One of the last true pioneers in the sports card collecting hobby has passed away.
Lionel Carter, who began collecting baseball cards in the 1930s and was one of the first ever to write about the hobby, died last week at age 90.
Carter, who lived in the Chicago suburb of Evanston, Illinois, had been hospitalized for the last several weeks according to friends in the hobby.
His massive collection of over 50,000 vintage baseball cards, many of which were among the highest quality known, made national news when he decided to sell it last spring. Carter had been the victim of scam artists who gained access to his home and stole many of the sets he’d collected for decades. The cards were recovered but Carter said police advised him to sell them to preserve the personal safety of he and his wife, Irma. Carter consigned them to Mastro Auctions and virtually the entire collection was liquidated by the company throughout 2007 and early 2008.
Mastro Auctions partnered with SGC to grade and authenticate Carter’s collection, encasing them in special holders that identify the contents as part of the Lionel Carter Collection.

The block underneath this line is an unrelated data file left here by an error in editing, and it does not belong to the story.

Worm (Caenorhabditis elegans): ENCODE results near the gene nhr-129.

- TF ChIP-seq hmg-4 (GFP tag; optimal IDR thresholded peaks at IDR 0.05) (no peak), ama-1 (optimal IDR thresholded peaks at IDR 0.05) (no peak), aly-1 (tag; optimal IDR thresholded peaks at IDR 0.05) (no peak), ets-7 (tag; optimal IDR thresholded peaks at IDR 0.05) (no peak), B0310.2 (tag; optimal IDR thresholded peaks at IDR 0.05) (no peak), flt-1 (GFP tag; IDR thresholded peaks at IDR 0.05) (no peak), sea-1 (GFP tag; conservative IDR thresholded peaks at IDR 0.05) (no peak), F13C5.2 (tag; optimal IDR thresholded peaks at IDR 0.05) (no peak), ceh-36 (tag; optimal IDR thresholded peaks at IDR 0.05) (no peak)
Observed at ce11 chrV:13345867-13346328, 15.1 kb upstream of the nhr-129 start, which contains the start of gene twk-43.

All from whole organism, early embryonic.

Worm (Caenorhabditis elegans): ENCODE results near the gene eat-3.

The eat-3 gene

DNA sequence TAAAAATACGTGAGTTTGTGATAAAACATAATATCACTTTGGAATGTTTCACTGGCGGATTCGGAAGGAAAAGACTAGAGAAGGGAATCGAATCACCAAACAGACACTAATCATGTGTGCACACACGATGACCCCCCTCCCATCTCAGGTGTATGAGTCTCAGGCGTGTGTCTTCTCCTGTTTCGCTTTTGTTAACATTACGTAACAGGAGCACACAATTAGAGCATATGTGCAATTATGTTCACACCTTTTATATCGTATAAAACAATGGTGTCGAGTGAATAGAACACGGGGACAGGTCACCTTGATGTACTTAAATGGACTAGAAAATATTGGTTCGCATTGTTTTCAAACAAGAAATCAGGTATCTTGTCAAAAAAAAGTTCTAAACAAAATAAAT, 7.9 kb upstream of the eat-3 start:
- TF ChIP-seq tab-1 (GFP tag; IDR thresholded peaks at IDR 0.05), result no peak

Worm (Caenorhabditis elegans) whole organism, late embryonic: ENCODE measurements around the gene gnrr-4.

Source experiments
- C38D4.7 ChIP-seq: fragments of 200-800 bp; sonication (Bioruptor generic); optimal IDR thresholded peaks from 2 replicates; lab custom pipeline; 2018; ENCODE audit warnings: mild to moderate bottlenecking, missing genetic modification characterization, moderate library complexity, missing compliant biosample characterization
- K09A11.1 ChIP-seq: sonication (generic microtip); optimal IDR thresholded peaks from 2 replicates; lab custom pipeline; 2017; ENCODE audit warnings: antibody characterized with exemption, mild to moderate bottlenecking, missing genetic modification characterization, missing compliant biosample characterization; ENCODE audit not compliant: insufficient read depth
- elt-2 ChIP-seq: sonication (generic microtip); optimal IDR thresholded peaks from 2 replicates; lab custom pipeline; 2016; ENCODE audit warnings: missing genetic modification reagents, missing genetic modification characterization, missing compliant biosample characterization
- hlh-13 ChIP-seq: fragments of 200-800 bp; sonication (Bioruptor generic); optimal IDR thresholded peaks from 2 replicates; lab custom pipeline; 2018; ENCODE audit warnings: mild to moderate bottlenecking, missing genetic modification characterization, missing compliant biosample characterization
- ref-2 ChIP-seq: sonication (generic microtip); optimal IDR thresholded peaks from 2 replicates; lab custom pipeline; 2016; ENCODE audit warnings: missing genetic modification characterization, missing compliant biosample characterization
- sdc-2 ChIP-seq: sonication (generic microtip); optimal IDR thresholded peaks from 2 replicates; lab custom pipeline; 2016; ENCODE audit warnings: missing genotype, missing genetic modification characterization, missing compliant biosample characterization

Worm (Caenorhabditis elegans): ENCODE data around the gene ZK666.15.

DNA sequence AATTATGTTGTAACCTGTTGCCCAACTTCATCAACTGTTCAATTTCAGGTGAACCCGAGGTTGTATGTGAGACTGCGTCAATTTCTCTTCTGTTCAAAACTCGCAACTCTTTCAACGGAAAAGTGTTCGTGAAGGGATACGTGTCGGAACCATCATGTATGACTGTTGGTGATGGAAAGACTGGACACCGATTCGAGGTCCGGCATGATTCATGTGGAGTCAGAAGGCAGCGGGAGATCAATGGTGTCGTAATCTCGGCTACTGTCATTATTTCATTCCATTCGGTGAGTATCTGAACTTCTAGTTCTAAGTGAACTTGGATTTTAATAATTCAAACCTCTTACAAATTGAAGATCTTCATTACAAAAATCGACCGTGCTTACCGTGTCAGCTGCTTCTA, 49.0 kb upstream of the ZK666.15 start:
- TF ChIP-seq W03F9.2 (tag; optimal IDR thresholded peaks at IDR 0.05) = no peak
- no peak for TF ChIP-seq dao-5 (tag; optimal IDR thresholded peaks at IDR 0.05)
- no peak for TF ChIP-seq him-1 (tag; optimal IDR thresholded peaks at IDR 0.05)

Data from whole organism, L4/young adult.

While the auction proceeds netted millions of dollars, Carter was shaken by the loss of his collection and lamented turning it over in an interview with National Public Radio last year.
He often expressed disappointment that baseball card collecting had turned into a big money business, something that was surely not his motivation when he began collecting the 1932 DeLong cards during the era of Ruth and Gehrig.
“What I would have really liked is to have people over, neighbors, kids and let them just look at the cards,” said Carter. “But because of how much the cards are now worth, I knew that wasn’t possible.”
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